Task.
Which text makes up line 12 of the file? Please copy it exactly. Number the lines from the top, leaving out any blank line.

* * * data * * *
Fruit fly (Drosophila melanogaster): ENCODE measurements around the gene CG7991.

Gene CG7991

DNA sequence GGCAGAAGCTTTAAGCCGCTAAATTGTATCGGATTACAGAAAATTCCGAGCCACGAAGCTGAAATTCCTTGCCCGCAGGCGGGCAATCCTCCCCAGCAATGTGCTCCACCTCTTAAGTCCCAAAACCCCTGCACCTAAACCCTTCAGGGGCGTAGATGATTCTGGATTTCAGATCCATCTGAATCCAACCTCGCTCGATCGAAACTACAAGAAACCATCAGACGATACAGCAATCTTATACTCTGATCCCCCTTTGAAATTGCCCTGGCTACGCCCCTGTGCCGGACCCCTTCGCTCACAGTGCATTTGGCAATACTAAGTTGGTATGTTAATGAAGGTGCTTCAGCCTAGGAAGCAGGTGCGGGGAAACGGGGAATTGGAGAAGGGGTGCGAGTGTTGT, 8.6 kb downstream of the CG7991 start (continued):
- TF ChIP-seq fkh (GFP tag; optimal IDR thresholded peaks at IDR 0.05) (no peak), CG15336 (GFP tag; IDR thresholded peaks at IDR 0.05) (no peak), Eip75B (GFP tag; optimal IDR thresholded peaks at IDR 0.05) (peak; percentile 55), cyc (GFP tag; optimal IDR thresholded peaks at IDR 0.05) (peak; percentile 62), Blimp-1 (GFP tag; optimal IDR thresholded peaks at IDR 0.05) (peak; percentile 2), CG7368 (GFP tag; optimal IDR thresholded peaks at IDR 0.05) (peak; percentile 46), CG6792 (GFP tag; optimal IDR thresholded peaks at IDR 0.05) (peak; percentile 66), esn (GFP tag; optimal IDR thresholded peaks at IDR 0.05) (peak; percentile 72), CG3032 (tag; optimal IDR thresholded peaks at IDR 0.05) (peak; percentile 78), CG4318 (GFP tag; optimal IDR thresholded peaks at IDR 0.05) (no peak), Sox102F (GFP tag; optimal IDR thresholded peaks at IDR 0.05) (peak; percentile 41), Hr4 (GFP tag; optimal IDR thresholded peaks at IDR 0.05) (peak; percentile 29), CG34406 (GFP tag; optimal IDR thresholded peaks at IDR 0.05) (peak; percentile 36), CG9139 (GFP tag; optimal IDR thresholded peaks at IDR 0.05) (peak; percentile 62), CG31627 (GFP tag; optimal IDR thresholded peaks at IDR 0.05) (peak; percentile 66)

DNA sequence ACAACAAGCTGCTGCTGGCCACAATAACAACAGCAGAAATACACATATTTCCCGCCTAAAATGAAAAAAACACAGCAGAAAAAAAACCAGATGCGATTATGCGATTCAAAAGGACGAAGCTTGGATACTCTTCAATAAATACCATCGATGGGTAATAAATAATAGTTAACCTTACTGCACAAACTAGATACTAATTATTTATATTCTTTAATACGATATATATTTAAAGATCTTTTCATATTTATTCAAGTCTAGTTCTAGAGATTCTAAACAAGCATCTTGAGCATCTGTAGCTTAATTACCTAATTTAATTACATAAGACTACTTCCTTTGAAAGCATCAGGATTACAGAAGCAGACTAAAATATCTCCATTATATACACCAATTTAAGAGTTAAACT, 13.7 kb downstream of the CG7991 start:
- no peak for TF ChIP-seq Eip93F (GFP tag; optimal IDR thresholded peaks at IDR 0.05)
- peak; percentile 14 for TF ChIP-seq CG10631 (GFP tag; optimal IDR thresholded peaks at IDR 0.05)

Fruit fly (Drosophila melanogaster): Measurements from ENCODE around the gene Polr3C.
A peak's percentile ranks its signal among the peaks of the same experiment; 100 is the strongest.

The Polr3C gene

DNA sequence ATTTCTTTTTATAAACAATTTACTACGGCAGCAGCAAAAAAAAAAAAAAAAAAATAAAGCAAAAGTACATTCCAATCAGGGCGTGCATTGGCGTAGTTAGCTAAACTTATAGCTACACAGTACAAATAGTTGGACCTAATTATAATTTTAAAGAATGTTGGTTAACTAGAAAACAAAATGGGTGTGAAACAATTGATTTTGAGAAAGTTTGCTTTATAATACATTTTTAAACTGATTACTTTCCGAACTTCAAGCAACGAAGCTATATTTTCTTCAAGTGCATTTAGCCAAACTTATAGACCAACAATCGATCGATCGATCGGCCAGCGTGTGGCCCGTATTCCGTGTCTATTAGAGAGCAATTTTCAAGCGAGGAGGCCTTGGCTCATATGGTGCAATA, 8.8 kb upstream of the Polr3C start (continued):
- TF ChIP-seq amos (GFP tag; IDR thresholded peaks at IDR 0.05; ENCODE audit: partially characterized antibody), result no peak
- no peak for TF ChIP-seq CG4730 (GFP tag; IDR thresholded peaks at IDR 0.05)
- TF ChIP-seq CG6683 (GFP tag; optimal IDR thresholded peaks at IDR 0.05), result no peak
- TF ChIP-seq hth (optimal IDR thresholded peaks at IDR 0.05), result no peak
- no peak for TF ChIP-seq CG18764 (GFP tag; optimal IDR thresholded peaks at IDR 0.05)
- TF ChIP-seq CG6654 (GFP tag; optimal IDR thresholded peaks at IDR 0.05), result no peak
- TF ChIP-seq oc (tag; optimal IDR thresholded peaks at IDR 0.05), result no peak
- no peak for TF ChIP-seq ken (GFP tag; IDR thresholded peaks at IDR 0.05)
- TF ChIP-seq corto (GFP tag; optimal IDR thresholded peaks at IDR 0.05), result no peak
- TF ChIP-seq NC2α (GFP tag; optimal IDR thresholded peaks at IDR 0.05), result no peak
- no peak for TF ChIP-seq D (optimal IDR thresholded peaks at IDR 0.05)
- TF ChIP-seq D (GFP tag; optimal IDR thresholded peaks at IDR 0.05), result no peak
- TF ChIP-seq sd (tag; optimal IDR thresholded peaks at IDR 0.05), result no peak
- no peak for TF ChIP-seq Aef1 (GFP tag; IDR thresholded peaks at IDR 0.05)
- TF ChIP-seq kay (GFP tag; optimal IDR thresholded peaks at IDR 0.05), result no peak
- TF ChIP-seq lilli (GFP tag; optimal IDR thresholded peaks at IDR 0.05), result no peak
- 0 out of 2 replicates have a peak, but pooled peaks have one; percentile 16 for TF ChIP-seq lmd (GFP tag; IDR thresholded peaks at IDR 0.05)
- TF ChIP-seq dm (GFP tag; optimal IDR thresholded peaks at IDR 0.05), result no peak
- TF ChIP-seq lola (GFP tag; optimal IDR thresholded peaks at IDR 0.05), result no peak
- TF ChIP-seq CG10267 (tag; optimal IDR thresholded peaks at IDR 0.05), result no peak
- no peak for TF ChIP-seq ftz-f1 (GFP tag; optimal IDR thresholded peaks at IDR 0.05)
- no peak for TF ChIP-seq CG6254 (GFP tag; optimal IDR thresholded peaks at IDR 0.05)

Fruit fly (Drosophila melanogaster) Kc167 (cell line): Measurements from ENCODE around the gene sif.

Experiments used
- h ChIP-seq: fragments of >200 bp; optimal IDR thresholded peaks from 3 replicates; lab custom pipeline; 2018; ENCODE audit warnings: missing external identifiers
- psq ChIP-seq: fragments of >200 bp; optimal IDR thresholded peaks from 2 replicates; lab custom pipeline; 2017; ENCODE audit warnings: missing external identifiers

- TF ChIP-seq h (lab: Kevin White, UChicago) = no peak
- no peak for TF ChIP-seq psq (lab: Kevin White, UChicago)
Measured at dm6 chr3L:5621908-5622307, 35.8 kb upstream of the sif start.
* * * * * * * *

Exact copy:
- TF ChIP-seq amos (GFP tag; IDR thresholded peaks at IDR 0.05; ENCODE audit: partially characterized antibody), result no peak